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Why fish the Findhorn

Historically, salmon fishing has been renowned in Scotland, but don’t forget we also have wonderful trout fly fishing in rivers, lochs and ponds, along with grayling angling and to a lesser extent but with some great specimens, FishPal also cater for coarse anglers too.  Take a look at the Fisheries list in the menu to see the fisheries and beats which show their beats off with any availability shown, or do a *search (Book fishing) for Salmon, sea trout, brown trout or grayling. Catches, river reports and river levels are also available in the menu as well as tackle advice and fishing regulations.


The River Findhorn is a very different type of Scottish salmon river, as it is not a Lowland river. The river needs special tactics, such as stealth and agility to be successful on some of the beats. The river offers a variety of pools, and has a very steep gorge located in the centre of the river. Smaller rods and more trout type tactics are often used to great success in catching salmon. Out of the gorge the river offers more of a traditional type of fishing. With the catchment being smaller that the Spey, Beauly, the river does run low in river height quite quickly and benefits hugely from rain showers and a good 'spate". For further Information call 01753 470612 and to find what is available go to the "find fishing" link on the left hand menu.






About the river

The Findhorn rises in the Monadhliath Mountains, (the Grey Mountain Range), and flows in a north easterly direction for nearly seventy miles entering the Moray Firth at Findhorn Bay just to the north of Forres. It drains an area of some three hundred forty six square miles. For much of its course it runs almost parallel to its larger neighbour, the River Spey. Findhorn Bay, itself is a large tidal lagoon of about two and one half miles in width, stretching from Findhorn Village across to the Culbin Forest.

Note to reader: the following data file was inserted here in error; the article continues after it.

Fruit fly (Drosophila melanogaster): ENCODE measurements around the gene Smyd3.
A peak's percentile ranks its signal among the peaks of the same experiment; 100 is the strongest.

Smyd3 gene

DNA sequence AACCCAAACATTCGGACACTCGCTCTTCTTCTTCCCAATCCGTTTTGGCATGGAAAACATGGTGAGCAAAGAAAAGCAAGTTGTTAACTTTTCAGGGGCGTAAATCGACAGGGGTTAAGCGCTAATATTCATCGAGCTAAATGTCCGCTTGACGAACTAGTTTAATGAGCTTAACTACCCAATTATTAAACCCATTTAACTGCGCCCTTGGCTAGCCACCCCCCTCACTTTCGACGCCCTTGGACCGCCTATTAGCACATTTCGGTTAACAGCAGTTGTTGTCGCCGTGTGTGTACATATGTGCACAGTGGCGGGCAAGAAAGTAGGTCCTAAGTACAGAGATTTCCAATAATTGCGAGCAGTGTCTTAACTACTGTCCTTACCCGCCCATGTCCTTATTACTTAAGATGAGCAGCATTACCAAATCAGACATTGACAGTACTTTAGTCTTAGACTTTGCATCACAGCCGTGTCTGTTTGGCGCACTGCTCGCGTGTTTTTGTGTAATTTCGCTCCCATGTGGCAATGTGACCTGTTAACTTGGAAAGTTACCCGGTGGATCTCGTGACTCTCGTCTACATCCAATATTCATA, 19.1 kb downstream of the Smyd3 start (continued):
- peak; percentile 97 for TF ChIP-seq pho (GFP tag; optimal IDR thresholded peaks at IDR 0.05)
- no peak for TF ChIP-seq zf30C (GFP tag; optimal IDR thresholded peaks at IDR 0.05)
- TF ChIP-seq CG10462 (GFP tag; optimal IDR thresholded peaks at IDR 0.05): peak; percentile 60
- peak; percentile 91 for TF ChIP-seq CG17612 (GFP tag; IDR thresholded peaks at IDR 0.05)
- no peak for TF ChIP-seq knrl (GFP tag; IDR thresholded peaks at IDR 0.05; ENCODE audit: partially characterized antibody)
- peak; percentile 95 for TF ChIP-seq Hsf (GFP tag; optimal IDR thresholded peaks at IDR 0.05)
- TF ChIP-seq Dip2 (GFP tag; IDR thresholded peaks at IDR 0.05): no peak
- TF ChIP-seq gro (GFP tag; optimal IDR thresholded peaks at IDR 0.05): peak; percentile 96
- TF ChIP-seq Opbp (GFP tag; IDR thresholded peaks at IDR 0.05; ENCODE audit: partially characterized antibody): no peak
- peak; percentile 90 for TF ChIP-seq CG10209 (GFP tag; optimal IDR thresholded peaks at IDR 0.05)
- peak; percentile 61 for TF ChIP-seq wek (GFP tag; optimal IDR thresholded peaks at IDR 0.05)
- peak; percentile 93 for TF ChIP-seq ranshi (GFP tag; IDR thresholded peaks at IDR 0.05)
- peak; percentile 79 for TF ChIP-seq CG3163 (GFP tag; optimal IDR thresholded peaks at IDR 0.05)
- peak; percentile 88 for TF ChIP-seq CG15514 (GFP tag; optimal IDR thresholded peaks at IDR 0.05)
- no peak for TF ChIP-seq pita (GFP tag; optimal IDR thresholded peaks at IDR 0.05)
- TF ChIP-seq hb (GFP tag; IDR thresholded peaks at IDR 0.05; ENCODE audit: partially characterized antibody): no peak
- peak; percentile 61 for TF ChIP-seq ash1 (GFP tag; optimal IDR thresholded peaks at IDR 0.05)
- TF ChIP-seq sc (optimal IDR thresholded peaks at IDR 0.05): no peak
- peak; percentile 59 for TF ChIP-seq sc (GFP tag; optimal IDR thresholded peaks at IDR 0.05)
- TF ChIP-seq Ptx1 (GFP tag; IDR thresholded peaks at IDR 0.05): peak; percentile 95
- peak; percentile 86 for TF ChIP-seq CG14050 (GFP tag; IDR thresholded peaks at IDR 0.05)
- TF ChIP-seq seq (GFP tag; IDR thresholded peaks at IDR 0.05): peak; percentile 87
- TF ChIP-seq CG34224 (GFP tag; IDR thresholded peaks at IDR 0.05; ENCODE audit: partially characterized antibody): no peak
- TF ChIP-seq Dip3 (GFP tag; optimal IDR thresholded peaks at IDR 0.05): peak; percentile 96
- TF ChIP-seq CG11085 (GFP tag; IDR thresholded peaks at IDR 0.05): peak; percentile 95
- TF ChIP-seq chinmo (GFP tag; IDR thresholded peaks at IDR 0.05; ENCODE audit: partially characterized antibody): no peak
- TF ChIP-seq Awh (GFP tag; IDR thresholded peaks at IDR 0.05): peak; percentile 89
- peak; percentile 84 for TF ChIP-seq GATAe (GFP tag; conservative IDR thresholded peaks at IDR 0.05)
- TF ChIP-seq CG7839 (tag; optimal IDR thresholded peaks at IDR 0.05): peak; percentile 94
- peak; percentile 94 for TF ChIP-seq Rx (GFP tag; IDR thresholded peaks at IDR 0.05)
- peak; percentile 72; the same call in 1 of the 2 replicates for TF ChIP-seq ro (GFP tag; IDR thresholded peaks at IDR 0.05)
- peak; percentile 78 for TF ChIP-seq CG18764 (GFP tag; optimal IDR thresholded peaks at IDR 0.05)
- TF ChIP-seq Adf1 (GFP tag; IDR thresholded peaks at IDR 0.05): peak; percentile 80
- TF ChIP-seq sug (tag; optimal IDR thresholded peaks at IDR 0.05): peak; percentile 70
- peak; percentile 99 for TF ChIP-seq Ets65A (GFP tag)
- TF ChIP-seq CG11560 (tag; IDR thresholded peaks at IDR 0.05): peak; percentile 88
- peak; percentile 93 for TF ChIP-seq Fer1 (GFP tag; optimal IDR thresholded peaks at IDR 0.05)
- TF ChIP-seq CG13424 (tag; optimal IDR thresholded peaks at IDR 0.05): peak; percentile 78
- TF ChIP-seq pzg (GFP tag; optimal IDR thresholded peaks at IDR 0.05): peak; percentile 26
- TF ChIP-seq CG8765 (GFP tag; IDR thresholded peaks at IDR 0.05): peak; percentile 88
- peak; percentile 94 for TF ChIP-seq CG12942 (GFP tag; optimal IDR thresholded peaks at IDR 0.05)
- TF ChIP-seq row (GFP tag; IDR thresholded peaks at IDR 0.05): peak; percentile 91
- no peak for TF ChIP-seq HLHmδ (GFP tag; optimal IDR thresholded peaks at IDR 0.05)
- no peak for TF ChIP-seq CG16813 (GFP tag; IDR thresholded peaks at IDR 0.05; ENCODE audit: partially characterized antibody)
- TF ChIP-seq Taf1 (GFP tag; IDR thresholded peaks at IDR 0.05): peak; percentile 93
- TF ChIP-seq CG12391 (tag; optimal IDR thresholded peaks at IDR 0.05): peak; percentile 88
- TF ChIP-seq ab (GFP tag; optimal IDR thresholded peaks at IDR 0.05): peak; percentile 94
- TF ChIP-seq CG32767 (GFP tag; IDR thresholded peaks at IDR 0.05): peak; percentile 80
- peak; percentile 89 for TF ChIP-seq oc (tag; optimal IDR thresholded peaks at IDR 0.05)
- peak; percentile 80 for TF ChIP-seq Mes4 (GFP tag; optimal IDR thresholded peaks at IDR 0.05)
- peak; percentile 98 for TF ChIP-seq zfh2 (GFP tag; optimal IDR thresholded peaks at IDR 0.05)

An angler playing a salmon on Altyre beat, photo by Ian Neale

The Findhorn River is one of Scotland's fastest flowing rivers. The upper river is shallow and streamy with stretches of riffles between the pools. For much of its journey, the Findhorn River flows through peat bog moor land which gives the river a rich and dark peaty tinge. The scenery is stunning with steep mountain outcrops and the renowned heather-clad grouse moors coming along the riverside. The upper Findhorn is also known as Strathdearn, as it flows from Coignafearn and down to beyond Tomatin.

The middle river flows from Drynachan beat and down through the famous Findhorn Gorge for approximately twenty miles through Banchor, Lethen and Glenferness. This spectacular granite gorge is some two hundred feet high in places and becomes quite narrow at certain points; Randolph's Leap at Logie is around ten feet wide at its narrowest point. Great care should be taken when fishing the gorge, as the river is known for flash flooding and can rise very quickly. The main headwaters of the river, rises far to the West and often gathers water from storm fronts hitting onto the West coast. The river, therefore, is subject to sudden rises and falls.

Below the gorge are the Poolie Falls at Sluie, which act as a temperature barrier as fish cannot ascend the Poolie Falls until the water temperature rises in the Spring. The steady snowmelt from the corries of the Monadhliath Mountains generally keeps the river at a good fishing level well into May. The main tributary of the Findhorn is the River Divie, which flows into the Findhorn, just below Randolph's Leap at Logie. The Divie is a major spawning tributary of the Findhorn for both salmon and grilse and is indeed kept as a spawning sanctuary. The Divie is fed by the Dorback Burn, which in turn is fed from Lochindorb. Lochindorb is a substantially large loch system and therefore in periods of heavy rainfall, will keep the Divie topped up throughout the summer months thus, sustaining river levels on the lower beats.

The Whirling Hole on the Upper Home beat on Darnaway, photo Ian Neale

The lower river flows from Sluie on the Darnaway Beats, through the Altyre Estate and into the Forres Angling Association water at Forres.

The Maharajah pool on Glenferness Estate, photo Ian Neale